Shifting the focus from action to pre-action

May 13th, 2011

I’ve written about how virtuoso reality differs from ordinary reality.

For instance, if you want more speed in virtuosity, don’t try to move faster, instead, generate it by creating a self-propelled engine in your body (or fingers as in the case of playing guitar) and using the momentum in that engine to create effortless speed for you.

Or if you want more power, don’t try to apply more force, instead create more potential energy (by pulling at the string more) and then harnessing the power in your fingers.

Those are the core elements of virtuosity but there’s one more component of the virtuoso reality (which I have alluded to before in my article on walking the fingers) and it has to do with shifting the focus from the action to the pre-action.

Let me explain:

Every action involves two phases, the pre-action (getting to the point of action to execute the action) and the action itself (the actual execution).

For instance when you walk, you’ll have to place your foot on the ground (the point of action) before you can take that step (the actual action).

Or when you play guitar, you have to get the finger to the string first (the point of action) before you can pluck it (the action).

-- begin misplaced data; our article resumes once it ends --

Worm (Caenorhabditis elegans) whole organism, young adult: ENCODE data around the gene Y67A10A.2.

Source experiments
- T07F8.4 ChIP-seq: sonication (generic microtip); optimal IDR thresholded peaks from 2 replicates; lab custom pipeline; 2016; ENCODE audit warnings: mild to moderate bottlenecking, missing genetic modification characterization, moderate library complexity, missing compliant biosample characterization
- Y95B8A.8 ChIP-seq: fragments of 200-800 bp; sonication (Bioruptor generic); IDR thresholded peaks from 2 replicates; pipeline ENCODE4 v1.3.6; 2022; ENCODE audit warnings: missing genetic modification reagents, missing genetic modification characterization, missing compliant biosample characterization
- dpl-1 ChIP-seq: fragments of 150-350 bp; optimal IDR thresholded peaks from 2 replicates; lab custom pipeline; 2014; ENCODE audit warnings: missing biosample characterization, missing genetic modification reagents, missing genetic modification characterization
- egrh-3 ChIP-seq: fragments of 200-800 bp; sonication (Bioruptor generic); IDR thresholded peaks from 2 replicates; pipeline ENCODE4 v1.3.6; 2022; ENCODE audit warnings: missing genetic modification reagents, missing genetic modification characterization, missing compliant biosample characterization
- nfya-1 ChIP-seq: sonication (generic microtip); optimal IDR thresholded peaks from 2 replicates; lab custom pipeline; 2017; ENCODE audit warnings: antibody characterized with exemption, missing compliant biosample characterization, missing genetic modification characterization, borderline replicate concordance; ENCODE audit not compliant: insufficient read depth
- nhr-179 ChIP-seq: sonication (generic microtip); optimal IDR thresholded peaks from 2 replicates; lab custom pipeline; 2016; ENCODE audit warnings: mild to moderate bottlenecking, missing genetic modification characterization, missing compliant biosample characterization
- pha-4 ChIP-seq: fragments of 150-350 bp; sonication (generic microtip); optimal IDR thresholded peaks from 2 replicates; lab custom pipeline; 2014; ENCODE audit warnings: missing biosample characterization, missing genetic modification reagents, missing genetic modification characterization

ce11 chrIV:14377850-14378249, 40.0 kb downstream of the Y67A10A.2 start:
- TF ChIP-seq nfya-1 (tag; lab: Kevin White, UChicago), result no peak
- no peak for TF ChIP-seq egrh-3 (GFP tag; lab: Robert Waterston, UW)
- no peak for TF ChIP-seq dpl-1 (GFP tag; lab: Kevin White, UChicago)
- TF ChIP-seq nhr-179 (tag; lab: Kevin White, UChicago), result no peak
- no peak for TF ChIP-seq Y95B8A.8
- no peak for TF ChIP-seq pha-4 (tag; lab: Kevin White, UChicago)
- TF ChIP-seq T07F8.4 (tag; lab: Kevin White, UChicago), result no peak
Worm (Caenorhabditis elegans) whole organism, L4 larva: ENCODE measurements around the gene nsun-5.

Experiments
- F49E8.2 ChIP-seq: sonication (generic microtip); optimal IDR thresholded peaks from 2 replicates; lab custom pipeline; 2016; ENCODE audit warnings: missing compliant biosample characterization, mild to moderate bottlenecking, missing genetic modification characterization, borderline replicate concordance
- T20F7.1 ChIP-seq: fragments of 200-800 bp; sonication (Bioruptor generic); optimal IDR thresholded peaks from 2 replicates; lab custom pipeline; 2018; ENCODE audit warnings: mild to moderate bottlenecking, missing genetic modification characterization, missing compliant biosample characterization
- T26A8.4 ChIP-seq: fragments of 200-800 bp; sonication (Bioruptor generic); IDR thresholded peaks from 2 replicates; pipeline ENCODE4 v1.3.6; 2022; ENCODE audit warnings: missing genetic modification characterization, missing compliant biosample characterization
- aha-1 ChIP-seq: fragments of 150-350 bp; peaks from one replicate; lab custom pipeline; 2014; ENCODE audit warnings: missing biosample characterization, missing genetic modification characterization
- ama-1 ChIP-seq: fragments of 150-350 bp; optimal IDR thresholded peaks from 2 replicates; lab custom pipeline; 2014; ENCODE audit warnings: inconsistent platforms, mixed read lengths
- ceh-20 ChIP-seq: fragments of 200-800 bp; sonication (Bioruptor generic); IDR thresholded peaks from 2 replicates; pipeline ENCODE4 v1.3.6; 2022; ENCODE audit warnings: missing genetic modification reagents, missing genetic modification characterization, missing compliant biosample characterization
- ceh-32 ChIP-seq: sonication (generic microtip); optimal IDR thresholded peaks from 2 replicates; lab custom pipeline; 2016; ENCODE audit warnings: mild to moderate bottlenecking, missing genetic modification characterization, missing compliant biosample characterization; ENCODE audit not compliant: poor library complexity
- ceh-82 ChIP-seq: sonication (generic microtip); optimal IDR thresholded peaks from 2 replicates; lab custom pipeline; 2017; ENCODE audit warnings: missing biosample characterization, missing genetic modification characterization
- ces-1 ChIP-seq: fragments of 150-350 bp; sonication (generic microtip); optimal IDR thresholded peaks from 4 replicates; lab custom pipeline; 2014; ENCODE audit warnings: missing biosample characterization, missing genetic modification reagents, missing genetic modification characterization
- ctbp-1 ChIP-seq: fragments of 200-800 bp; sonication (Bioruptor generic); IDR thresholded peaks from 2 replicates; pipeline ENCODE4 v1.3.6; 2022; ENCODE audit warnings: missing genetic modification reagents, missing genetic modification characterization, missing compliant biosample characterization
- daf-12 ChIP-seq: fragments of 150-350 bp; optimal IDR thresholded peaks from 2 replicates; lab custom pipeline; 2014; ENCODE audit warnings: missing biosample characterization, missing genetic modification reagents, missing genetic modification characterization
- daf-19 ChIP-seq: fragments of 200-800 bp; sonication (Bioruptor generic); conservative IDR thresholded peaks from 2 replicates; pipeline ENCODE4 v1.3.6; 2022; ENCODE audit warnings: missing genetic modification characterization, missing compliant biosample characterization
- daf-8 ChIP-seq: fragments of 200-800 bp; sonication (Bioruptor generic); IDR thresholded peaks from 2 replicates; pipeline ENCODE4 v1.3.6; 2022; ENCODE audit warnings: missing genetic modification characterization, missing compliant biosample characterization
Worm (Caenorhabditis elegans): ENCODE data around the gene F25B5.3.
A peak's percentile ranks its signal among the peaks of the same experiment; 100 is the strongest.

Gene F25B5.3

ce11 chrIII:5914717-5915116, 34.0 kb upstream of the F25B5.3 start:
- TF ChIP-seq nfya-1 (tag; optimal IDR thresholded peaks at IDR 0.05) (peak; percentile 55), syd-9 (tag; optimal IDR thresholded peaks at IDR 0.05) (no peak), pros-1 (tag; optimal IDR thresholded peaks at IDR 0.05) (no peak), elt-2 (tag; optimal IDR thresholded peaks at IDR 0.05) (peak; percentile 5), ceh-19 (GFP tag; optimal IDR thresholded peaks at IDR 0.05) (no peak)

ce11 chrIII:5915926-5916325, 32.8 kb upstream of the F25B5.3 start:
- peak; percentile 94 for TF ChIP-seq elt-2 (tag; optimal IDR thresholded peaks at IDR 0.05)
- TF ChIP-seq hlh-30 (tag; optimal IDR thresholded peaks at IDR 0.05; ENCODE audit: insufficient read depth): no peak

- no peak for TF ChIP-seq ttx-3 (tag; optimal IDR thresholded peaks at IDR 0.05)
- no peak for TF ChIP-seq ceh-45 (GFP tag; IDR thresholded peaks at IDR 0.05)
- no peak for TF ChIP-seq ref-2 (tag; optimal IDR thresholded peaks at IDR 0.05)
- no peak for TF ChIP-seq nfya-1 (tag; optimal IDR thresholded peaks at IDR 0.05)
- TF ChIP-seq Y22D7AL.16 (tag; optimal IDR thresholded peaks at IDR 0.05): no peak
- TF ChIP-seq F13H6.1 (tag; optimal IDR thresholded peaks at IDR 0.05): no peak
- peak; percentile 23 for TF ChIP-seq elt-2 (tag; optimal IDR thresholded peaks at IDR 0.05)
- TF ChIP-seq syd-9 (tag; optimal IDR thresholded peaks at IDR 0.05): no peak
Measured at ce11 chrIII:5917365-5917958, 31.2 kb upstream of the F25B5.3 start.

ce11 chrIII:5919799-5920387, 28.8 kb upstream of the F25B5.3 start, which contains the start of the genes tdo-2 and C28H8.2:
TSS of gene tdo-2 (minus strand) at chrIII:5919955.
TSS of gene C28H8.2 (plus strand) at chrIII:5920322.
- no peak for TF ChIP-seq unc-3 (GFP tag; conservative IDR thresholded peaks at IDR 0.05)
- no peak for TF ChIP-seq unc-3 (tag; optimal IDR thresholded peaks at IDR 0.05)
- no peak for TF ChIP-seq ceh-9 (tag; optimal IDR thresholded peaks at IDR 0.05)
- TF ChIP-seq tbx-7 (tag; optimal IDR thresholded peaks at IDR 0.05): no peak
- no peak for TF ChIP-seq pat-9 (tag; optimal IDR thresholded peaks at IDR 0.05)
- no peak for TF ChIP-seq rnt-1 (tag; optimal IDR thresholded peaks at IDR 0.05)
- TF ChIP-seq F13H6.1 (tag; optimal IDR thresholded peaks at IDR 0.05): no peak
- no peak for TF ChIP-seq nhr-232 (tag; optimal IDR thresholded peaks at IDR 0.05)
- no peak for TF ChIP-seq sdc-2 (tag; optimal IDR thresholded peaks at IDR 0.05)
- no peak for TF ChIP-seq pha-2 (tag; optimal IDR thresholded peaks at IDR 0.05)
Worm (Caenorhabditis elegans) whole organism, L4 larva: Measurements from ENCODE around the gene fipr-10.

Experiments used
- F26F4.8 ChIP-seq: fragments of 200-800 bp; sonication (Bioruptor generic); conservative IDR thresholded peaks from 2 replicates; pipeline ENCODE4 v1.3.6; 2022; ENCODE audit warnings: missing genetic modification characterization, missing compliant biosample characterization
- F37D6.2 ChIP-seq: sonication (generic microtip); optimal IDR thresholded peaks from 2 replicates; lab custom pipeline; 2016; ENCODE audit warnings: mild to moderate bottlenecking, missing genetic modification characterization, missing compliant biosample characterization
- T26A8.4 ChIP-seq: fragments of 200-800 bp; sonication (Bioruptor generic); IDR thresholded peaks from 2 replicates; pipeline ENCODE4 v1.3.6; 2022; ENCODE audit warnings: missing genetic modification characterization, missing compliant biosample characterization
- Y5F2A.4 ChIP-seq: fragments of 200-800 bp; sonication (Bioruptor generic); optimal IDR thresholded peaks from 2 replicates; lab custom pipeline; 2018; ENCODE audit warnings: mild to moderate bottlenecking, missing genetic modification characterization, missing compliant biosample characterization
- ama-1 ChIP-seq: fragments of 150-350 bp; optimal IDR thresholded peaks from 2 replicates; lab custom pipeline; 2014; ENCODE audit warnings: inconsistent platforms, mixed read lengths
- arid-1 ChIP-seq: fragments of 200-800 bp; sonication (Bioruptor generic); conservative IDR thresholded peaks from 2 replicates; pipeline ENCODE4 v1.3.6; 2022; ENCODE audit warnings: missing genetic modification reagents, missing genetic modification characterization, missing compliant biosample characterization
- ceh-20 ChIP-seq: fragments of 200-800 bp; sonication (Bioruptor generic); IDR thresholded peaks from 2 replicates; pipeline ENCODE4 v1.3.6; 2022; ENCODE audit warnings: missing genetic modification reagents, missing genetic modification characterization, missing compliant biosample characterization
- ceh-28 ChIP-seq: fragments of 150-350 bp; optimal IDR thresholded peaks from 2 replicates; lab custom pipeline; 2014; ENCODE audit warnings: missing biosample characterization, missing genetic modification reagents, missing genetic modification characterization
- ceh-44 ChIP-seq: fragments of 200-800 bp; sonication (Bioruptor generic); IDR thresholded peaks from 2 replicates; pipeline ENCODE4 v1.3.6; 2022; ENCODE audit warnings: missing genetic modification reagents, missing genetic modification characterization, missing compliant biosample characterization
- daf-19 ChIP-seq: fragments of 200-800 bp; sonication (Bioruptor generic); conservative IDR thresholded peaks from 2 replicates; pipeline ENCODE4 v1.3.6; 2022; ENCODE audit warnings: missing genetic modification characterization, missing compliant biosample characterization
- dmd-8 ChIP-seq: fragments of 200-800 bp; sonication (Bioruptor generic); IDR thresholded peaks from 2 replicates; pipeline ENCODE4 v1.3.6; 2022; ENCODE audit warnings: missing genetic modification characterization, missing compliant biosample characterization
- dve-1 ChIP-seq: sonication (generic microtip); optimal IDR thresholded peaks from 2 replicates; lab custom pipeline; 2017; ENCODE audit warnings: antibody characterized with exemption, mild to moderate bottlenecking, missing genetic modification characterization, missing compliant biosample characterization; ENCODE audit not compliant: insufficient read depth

A side note: I’m referring here not to the technique of ‘preparation,’ which is a conscious act of placing the finger on the string before you pluck it, but to the simple act of bringing the finger to the string to pluck it.

In virtuoso reality, the point is to shift the focus from the action to the pre-action and to let the action occur as an afterthought, as a logical conclusion to the pre-action.

To go back to the analogy of stepping again, when we walk, most of our effort is focused on bringing the foot to the ground, the actual stepping occurs naturally as a release of that effort.

The same principle works on the guitar too. When you pluck, you should focus most of your attention on getting your finger to the string and let the actual plucking occur naturally, as a conclusion of that action.

To do this well, you’ll have to have all the basic physical conditions described in the AOV in place, a super loose body, a light touch, and smooth and fluid motions.

And even then, it’ll still require you to be fully warmed up.

Even though I’m familiar with the technique, if I’ve been away from the guitar for any length of time (like a few weeks), it still takes me a while before I can feel the technique working in my fingers again. It’s something I can’t force, I’d just have to practice and wait for it to come and when it does, I know I’m fully warmed up.

Let’s try this exercise.

Play a simple i m a m arpeggio on the first three strings, i finger on the third string, m on the second, and a on the first string.

Relax the fingers thoroughly. Don’t force them.

As you play, gradually shift your focus away from the plucking and focus your efforts on getting the fingers to the string. (Again, this is not an exercise in ‘preparation,’ so don’t try to prepare the fingers on the string before you pluck it.)

In other words, focus all your attention on finding the string with your fingers.

And let the plucking occur naturally almost as an afterthought.

Practice the technique until it feels perfectly natural.